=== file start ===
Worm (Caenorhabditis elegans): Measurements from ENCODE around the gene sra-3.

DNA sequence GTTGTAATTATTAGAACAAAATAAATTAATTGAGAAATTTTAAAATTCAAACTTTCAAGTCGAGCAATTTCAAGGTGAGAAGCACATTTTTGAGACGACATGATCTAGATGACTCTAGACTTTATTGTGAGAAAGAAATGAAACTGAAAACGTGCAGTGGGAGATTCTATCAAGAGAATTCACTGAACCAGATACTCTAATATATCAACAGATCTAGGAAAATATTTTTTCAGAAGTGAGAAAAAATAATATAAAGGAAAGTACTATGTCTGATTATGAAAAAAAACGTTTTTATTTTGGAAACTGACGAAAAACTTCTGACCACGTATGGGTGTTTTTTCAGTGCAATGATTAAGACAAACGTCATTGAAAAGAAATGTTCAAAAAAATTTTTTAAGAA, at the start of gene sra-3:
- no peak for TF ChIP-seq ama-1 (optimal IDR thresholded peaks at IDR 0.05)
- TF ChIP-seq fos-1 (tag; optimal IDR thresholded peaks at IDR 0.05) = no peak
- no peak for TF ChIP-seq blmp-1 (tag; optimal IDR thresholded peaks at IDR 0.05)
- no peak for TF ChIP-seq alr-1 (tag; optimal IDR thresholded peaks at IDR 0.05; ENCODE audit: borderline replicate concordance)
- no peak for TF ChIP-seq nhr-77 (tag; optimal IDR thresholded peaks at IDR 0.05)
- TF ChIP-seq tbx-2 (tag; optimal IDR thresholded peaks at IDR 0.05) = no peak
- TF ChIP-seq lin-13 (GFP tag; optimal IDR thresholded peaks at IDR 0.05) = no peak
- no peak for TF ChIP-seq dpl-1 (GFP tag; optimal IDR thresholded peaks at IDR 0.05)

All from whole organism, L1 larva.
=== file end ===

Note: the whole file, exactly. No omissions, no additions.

Worm (Caenorhabditis elegans): Measurements from ENCODE around the gene sra-3.

DNA sequence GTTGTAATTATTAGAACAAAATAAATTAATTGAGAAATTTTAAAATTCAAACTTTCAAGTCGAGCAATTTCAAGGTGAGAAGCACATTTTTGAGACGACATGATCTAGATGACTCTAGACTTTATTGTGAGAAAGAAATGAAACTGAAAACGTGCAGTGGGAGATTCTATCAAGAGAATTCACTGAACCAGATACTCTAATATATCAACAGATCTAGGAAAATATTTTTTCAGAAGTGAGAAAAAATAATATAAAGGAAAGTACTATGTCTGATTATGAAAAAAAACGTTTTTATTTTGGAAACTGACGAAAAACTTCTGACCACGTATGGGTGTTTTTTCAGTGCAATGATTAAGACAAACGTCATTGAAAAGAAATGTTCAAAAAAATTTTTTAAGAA, at the start of gene sra-3:
- no peak for TF ChIP-seq ama-1 (optimal IDR thresholded peaks at IDR 0.05)
- TF ChIP-seq fos-1 (tag; optimal IDR thresholded peaks at IDR 0.05) = no peak
- no peak for TF ChIP-seq blmp-1 (tag; optimal IDR thresholded peaks at IDR 0.05)
- no peak for TF ChIP-seq alr-1 (tag; optimal IDR thresholded peaks at IDR 0.05; ENCODE audit: borderline replicate concordance)
- no peak for TF ChIP-seq nhr-77 (tag; optimal IDR thresholded peaks at IDR 0.05)
- TF ChIP-seq tbx-2 (tag; optimal IDR thresholded peaks at IDR 0.05) = no peak
- TF ChIP-seq lin-13 (GFP tag; optimal IDR thresholded peaks at IDR 0.05) = no peak
- no peak for TF ChIP-seq dpl-1 (GFP tag; optimal IDR thresholded peaks at IDR 0.05)

All from whole organism, L1 larva.